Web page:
The Hershey Bears announced today that the club has signed defenseman Tyler Nanne to an American Hockey League contract for the 2020-21 season. The signing was originally announced by Nanne’s agent, Neil Sheehy, back on March 17.
Congratulations to client, Tyler Nanne, this year’s University of Minnesota’s Golden Gopher hockey captain, for signing a contract to play for the Washington Capitals AHL team , the Hershey Bears for the 2020-21 season.
— I-C-E Hockey Agency (@ICEHockeyAgent) March 17, 2020
FROM BEARS PRESS RELEASE
Nanne, 24, completed his collegiate career at the University of Minnesota, serving as the captain of the Gophers in 2019-20 during his senior year. The native of Edina, Minnesota posted career-bests with 14 points (four goals, 10 assists) in 35 games this past season. He led the club with 68 blocked shots, and finished with a +7 rating. He was named the recipient of Minnesota’s Elwin “Doc” Romnes Leadership & Sportsmanship Award. In three years at the University of Minnesota, Nanne played in 110 games, tallying 37 points (13 goals, 24 assists).
Nanne was the first third-generation Gopher in program history. His father, Marty, played for the Gophers, and his grandfather, Lou, is a former Gopher All-American, as well as a former player, coach, and general manager of the Minnesota North Stars. Additionally, Tyler Nanne is the cousin of Gophers alum Vinni Lettieri, who currently plays for the AHL’s Hartford Wolf Pack.
Nanne was selected in the 5th Round, 142nd overall, in the 2014 NHL Draft by the New York Rangers. Prior to his time with Minnesota, the 5-foot-11, 185-pound defender played USHL games with the Lincoln Stars, Sioux Falls Stampede, and Madison Capitols. He won a pair of Class AA Minnesota State Championships with Edina High School in 2013 and 2014, serving as team captain of the Hornets.
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Though his rights will still technically be owned by the Rangers until the middle of August, it appears as though he will not be signing an entry-level deal with them. Instead, he’ll try to show he has what it takes to compete at the AHL level first. Nanne is already 24, but just getting to this level is impressive after such a long layoff in his prime development years.
Whether he was rocking No. 2 or No. 29, Tyler Nanne always made an impact. Man will we miss those wicked wrist shots. pic.twitter.com/hn42hkMoBS
— Minnesota Men’s Hockey (@GopherHockey) March 18, 2020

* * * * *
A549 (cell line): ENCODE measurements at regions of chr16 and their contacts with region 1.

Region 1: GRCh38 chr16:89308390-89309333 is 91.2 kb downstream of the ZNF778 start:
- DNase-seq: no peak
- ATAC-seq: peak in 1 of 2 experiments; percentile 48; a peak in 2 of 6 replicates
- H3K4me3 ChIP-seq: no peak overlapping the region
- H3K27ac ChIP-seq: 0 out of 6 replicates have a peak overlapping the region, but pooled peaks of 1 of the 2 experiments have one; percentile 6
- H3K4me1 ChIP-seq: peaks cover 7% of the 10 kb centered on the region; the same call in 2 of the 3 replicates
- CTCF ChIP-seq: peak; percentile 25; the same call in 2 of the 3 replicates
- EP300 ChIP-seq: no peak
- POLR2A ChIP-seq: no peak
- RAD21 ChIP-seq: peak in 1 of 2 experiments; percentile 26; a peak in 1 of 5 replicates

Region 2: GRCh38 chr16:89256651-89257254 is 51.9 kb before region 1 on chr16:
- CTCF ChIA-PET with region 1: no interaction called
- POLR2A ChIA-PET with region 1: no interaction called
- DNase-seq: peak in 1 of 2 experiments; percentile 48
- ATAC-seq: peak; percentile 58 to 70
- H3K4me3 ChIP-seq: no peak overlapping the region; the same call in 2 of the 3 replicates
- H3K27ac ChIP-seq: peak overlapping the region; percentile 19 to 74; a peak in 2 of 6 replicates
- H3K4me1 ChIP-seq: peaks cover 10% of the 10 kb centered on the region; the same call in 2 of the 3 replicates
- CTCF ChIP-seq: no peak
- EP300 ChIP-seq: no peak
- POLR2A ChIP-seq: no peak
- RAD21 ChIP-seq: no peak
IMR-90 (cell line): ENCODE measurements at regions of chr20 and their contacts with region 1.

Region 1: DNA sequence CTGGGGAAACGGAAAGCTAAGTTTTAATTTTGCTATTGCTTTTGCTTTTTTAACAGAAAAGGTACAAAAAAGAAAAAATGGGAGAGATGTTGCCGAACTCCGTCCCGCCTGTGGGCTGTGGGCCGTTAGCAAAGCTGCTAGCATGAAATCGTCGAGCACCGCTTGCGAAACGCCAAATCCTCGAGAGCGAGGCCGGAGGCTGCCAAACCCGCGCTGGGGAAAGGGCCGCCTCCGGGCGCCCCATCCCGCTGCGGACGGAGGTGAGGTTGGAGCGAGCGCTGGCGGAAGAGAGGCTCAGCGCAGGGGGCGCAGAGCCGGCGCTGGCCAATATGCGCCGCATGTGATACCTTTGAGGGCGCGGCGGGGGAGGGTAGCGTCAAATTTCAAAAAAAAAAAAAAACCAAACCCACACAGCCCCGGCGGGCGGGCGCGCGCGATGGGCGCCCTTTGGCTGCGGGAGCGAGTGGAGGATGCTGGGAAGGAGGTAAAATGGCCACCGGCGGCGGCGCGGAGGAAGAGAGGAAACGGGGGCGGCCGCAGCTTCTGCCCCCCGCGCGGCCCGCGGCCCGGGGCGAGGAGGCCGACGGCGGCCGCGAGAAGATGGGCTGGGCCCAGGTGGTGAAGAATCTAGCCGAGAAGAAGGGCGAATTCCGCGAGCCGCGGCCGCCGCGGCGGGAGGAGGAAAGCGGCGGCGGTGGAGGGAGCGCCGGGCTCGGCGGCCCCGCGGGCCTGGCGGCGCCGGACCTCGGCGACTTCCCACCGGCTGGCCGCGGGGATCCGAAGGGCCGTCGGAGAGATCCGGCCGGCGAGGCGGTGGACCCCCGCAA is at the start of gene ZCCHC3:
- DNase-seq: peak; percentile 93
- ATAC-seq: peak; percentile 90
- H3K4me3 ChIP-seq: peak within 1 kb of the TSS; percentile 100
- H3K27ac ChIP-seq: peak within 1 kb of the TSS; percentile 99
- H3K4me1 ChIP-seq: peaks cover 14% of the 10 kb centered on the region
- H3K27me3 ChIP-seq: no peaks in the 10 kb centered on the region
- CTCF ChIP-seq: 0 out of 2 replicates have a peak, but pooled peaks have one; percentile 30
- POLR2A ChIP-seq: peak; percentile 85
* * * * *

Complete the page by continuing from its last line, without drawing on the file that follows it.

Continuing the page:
Nanne first went to the USHL where he played for the Sioux Falls Stampede and Madison Capitols, before heading to Ohio State University. Even though he tried to carve his own path at another powerhouse NCAA program, Nanne wouldn’t ever actually play a single game as a Buckeye.
During the summer of 2015 Nanne would suffer multiple incidents including what he told Randy Johnson of the Star-Tribune was “essentially a heart attack” before being diagnosed with myocarditis. His season would come to an end before it even started, which led to a decision to transfer Ohio State following his freshman year. He would transfer back to the University of Minnesota.
“We were lucky because in June  he went to the Rangers camp and fainted and didn’t tell anybody,’’ Lou Nanne recalled. “They thought he was dehydrated. And then a few weeks later, he was playing golf at Spring Hill, and I saw him lying down on the practice green. I thought he wasn’t feeling good.’’
During a trip to western Wisconsin for a reunion at the family’s cabin, Tyler was staying in Amery and fainted while showering. He was rushed to the town’s hospital, which fortunately was only a couple of minutes away. “His heart [rate] was at 252, so they had to put the clappers on to save him,’’ Lou said. “I essentially had a heart attack,’’ Tyler said.
Cleared by doctors at the U of M and the Mayo Clinic, he sat out the 2016-17 season under NCAA transfer rules, then hit the ice on defense for the Gophers with three years of eligibility remaining.
Tyler’s father, Marty Nanne, also played at the University of Minnesota, and played several seasons in the IHL.
Tyler’s grandfather, Lou Nanne, played 10 seasons with the Minnesota North Stars and was a fixture in broadcasting games in the ‘State of Hockey’ for 50 years.
By Jon Sorensen